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Could also relate to your clutch lever adjustment. On many occasions, I've pulled in the clutch and quickly downshifted from a higher gear down to second without releasing the lever. Never had your problem, but I felt each gear change as a very faint decel pull with each lower gear. If I went all the way down to first or any other gear at too high of a speed for hat gear, I could feel it and would correct by upshifting before I let the clutch out. If you can't feel this slight increase in drag with each downshift, You may want to adjust your clutch lever for less engagement when pulled all the way in. I am by no means an expert on this. Just my opinion. I've never had a hiccup with my display.
 

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I've had several bikes that did not like to multi-shift... i think it has to do with the way the gears engage, almost as if they get forced (nudged) into the proper position under a small amount of load. When taking several gears quickly there isn't enough time for them to position correctly... once you go past a couple they get far enough out of sync that all you find is a false neutral. Like was said above, a small amount of clutch fixed it every time, sometimes needing the rear wheel to be turned at the same time for everything to fall into place.
 

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Are you attempting to shift down from 4-5-6th from a dead stop?


I forgot to downshift at a light once and i realized it does NOT like shiffting down quick at idle with the clutch pulled in. a lady on a cruise we went on did the same with her Vstar 650.
 

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This shift is not the smoothest that I have ridden, but its not the worst either.
This (my) reply is a little off topic, but I've come to prefer a slightly less than smooth (crunchy) gear change. My 4T husky, for instance, is so smooth you have no idea if you actually changed gears. I often end up second guessing myself and hitting it more than once. Which puts me in the wrong gear.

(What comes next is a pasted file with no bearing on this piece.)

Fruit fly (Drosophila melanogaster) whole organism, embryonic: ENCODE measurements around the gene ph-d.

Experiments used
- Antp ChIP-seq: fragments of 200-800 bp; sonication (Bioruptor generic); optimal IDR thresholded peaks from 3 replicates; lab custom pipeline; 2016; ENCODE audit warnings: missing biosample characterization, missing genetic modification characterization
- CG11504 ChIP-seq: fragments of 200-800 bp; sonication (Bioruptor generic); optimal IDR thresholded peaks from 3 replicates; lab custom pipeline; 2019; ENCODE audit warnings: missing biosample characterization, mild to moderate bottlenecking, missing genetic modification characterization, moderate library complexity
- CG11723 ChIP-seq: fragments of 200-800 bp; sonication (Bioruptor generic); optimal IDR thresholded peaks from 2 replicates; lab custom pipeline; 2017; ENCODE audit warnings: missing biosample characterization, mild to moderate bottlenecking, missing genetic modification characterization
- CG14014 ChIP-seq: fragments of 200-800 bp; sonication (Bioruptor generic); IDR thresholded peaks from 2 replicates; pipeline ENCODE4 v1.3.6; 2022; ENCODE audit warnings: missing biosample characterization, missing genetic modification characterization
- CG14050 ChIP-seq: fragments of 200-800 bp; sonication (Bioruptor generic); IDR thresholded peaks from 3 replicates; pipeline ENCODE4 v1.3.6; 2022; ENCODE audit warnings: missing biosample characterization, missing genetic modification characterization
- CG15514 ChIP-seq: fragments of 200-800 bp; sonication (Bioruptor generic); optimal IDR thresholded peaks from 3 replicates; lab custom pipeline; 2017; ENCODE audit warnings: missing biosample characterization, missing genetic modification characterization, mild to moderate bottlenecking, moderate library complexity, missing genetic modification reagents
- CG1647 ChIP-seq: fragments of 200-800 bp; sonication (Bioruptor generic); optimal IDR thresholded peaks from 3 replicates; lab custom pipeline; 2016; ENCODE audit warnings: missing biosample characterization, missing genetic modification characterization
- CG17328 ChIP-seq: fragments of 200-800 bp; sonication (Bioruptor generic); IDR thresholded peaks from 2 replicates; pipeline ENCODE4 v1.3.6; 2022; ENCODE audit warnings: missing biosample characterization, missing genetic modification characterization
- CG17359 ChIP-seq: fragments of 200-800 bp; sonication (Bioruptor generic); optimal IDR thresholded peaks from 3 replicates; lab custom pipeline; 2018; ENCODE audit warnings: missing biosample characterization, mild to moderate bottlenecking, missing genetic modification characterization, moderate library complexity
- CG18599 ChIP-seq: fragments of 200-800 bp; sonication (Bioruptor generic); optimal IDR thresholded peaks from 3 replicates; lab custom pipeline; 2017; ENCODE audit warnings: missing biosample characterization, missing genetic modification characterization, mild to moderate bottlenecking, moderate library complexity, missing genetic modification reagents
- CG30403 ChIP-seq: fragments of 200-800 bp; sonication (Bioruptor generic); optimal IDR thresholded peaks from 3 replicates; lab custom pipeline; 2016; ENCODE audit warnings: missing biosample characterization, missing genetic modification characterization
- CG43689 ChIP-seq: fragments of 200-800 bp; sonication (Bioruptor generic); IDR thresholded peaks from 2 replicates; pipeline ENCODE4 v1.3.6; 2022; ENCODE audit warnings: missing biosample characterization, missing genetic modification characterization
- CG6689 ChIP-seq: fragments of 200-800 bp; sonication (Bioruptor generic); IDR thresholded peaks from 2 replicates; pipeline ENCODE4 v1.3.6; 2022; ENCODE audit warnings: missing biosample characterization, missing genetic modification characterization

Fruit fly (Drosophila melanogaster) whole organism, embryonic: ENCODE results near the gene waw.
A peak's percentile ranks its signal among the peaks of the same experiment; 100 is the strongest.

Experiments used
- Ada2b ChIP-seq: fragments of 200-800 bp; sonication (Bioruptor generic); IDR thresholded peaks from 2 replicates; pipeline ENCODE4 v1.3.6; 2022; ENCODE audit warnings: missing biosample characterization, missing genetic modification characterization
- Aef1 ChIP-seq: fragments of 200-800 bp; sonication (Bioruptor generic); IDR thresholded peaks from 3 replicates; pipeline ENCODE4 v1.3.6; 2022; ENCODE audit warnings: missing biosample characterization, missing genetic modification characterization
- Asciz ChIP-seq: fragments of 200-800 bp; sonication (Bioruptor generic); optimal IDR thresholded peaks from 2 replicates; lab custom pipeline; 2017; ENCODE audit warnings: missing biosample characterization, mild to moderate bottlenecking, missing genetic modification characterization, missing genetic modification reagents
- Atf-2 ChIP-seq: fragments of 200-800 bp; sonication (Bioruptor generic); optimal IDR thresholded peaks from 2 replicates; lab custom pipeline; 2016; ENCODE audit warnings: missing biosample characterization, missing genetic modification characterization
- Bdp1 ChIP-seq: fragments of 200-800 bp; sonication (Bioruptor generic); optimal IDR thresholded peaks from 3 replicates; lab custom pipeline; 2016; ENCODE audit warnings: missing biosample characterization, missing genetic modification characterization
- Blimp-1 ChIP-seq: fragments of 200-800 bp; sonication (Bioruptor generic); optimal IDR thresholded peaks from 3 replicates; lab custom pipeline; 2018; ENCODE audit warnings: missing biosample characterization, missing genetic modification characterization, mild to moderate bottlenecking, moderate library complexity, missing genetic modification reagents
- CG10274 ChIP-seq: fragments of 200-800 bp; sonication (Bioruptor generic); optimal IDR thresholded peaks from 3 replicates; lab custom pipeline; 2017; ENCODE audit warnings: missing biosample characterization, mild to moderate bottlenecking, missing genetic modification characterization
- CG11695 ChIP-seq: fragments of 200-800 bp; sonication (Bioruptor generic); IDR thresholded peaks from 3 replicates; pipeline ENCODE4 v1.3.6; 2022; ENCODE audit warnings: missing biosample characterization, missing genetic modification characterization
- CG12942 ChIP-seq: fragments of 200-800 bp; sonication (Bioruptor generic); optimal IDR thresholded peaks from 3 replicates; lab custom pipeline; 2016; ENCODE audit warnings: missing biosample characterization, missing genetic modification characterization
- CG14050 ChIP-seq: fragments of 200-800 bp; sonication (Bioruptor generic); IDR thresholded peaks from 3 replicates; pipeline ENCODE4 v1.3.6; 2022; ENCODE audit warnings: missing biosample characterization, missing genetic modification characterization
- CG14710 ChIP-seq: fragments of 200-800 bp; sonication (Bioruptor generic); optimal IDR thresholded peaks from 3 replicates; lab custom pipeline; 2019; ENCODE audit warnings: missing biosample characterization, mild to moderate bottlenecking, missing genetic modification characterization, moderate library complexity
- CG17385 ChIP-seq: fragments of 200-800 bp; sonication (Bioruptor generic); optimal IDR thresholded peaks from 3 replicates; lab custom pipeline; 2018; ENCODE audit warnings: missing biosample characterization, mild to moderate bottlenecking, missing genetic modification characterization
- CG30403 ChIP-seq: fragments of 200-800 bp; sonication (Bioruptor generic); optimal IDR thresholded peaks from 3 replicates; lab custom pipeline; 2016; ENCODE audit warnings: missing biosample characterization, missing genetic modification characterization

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First point: motorcycle transmissions are NOT synchronized and thus they do not like shifting when stopped. They shift much more easily and consistently while still rolling.

Second, when coming to a stop I usually pull in the clutch and downshift through many gears and have no problem with any of my bikes whether BMWs, former FZ1, FZ09, FZR400, 2 stroke and 4 stroke dirtbikes and many many others.

However, what I find usually causes most shifting problems, especially for a new rider or a new bike to an experienced rider is poorly adjusted controls:

1) The handlebar needs to be adjusted to your comfort. Sometimes this means rotating the handlebar forward or back. Sometimes this means moving your hands in or out on the handgrips. Sometimes this means narrowing the handlebars by trimming an inch or two off each end and moving the grips and switches nearer to the center. Sometimes this means changing the handlebar bend to a different handlebar bend.

2) The clutch lever needs to be adjusted around the handlebar and the angle/distance away from the handlebar to fit you so the lever falls into the second segment of your fingers. When you pull the clutch in, while sitting on the bike, your wrist should be pretty straight so that the back of your hand is mostly lined up with your forearm. This gives you the most control of the clutch. Often this requires an adjustable lever that has an adjustable pivot, unlike the stock clutch lever..

3) The shift lever needs to be adjusted so it fits your foot/boot and amount of ankle rotation you are comfortable with while sitting on the bike. Usually this is a small adjustment of the shifter push/pull rod length. I have seen where a shifter needed to be lengthened for a guy with really big feet. I knew and older FJR rider that had issues with his knees and we needed to extend the "toe" on the shifter lever so it stuck out far enough that he could catch it comfortably with the toe of his boot.

Most of the time I find one or more of the above controls are far from optimum for the rider and that causes missed, rough or inconsistent shifting.

Getting everything adjusted properly results in smoother more consistent shifting and less of the issues you are describing.

Having everything fit you better is much more comfortable and give you a lot more control and you don't have to think about things like shifting so you can expend your conscions effort on riding and enjoying the ride.
 

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That IS the first thing i do with a new bike is adjust the levers,adjust handle bar, rear brake peddle and shift lever to my settings. I find that the shift lever is always way to high for me from the factory !! Very easy to make all these adjustments ..
 

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It would be kind of nice if he would respond to some of the pertinent questions posed here by several members to get a better handle on exactly what is going on in order to better help with the issue.